A View from Brittany Sauser
Space News this Week: An ESA Spacecraft, New Moon Images, and Solar-Electric Propulsion
A new European re-entry vehicle, unprecedented moon images, and a call for solar electric propulsion systems.
The European Space Agency announced that its re-entry spacecraft, called Intermediate eXperimental Vehicle (IXV), will be ready to fly in 2013. The agency first announced the vehicle concept in 2009. Now the detailed design and technologies are ready and the agency has partnered with Thales Alenia Space Italia to manufacture the vehicle. Its first flight will be in 2013.
According to the press release,
Europe’s ambition for a spacecraft to return autonomously from low orbit is a cornerstone for a wide range of space applications, including space transportation, exploration and robotic servicing of space infrastructure.
This goal will be achieved with IXV, which is the next step from the Atmospheric Reentry Demonstrator flight of 1998. More maneuverable and able to make precise landings, IXV is the ‘intermediate’ element of Europe’s path to future developments with limited risks.
The new spacecraft, which resembles a wing-less space shuttle and it s test vehicle, will launch aboard a small ESA rocket, reaching an altitude of 450 kilometers. It will test technologies like advanced thermal protection systems, new guidance, navigation and control systems, and will collect lots of data. It will operate autonomously. It could be proving ground for ESA to develop a vehicle that can travel to the space station or other destinations.
Data from seven instruments onboard NASA’s Lunar Reconnaissance Orbiter (LRO), a spacecraft orbiting the moon since 2009, have provided amazing detailed images and maps of the moon’s surface, showing craters and topography that have never before been seen.
According to the NASA press release,
The most precise and complete topographic maps to date of the moon’s complex, heavily cratered landscape have been created from the more than 4 billion measurements – and still counting – taken by LRO’s Lunar Orbiter Laser Altimeter (LOLA). These maps are more accurate and sample more places on the lunar surface than any available before. In fact, LOLA has taken more than 100 times more measurements than all previous lunar instruments of its kind combined, opening up a world of possibilities for future exploration and for science.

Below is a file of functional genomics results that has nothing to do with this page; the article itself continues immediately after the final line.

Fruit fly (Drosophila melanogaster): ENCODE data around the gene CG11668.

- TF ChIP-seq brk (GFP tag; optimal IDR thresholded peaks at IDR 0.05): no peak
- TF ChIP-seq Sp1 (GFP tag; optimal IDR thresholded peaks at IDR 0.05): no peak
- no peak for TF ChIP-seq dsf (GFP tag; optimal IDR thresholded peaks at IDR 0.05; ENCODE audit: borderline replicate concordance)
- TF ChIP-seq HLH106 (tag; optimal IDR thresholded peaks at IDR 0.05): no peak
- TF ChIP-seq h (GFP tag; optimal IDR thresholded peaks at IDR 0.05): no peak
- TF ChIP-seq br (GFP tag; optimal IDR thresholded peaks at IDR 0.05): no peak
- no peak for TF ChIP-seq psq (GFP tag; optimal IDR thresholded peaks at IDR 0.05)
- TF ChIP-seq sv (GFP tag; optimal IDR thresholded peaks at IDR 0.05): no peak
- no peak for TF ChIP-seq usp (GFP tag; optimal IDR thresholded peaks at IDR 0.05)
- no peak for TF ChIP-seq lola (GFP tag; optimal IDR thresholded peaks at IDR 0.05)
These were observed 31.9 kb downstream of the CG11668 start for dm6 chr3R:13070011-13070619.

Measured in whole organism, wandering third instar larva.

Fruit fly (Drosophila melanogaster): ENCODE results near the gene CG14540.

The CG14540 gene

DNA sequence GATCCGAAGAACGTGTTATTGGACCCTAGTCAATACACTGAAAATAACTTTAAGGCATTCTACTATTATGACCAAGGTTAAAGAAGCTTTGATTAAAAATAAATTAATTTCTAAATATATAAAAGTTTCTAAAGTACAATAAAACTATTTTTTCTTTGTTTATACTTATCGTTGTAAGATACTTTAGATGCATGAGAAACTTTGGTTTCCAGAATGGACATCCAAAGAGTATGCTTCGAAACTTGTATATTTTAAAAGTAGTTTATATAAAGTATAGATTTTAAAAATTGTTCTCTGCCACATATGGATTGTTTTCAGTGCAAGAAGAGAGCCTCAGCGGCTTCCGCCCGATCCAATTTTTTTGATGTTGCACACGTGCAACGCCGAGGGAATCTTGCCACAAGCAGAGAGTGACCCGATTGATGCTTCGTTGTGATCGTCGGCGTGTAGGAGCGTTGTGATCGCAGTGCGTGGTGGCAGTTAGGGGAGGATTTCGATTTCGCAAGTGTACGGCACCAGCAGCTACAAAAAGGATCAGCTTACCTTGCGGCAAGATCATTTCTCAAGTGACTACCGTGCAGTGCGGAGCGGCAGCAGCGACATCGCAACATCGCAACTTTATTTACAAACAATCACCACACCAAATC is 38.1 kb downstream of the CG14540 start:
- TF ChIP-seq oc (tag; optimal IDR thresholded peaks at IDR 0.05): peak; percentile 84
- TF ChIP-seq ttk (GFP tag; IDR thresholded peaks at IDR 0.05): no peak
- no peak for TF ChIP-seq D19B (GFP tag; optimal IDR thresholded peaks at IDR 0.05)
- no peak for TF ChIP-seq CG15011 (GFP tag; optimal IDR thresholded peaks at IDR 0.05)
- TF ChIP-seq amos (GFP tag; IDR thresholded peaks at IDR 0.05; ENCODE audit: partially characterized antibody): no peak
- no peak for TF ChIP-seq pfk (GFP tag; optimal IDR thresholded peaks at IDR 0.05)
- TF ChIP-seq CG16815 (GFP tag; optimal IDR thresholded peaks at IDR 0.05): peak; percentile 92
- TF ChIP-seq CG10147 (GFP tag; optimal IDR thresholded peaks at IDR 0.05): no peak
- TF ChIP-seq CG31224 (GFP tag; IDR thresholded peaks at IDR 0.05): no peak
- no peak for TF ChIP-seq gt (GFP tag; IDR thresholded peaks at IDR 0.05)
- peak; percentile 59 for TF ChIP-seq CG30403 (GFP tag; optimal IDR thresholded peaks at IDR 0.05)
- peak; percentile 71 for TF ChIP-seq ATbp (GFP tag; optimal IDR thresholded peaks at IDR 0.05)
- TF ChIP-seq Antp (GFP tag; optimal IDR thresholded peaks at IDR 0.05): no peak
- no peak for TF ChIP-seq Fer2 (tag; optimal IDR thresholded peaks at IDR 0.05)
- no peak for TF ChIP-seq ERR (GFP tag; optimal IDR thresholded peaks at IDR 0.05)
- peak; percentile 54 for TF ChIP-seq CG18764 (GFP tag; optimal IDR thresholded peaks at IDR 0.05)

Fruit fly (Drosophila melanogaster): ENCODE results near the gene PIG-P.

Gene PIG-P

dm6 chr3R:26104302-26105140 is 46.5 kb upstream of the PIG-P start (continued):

Already, researchers have used LOLA data to put together the first comprehensive set of maps of the roughness of the moon’s surface. Like wrinkles on skin, the roughness of craters and other fetures on the moon’s surface can reveal their age. By looking at where and how the roughness changes – and by combining that information with contour maps that show where the high and low points are – researchers can get important clues about the processes that shaped the moon.
Solar Electric Propulsion
To reach destinations beyond low Earth orbit spacecraft needs propulsion systems that are efficient and powerful. Chemical propulsion systems are most commonly used for spacecraft, but they require large amounts of fuel and are inefficient for deep space missions. Now NASA is seeking proposals for mission concepts of solar electric propulsion systems. The systems use solar panels to generate electricity that gives a positive charge to atoms inside a chamber, which are pulled by magnetism towards the back of the spacecraft and pushed out. The stream of atoms going out of the spacecraft gives it the thrust it needs to move through space. (The agency tested an ion-propulsion system it developed in 2009 and expects it to launch in 2013.)
According to the release,
Science missions could use solar electric propulsion to reach distant regions of the solar system, and commercial missions could use solar electric propulsion tugs to place, service, resupply, reposition and salvage space assets. NASA’s strategic roadmaps for exploration, science and advanced technology all consider solar electric propulsion a vital and necessary future capability.
NASA is examining potential mission concepts for a high-power solar electric propulsion system demonstration. Flying a demonstration mission on a representative trajectory through the Van Allen radiation belts and operating in actual space environments could reveal unknown systems-level and operational issues. Mission data will lower the technical and cost risk associated with future solar electric propulsion spacecraft. The flight demonstration mission would test and validate key capabilities and technologies required for future exploration elements such as a 300 kilowatt solar electric transfer vehicle.
Become an MIT Technology Review Insider for in-depth analysis and unparalleled perspective.Subscribe today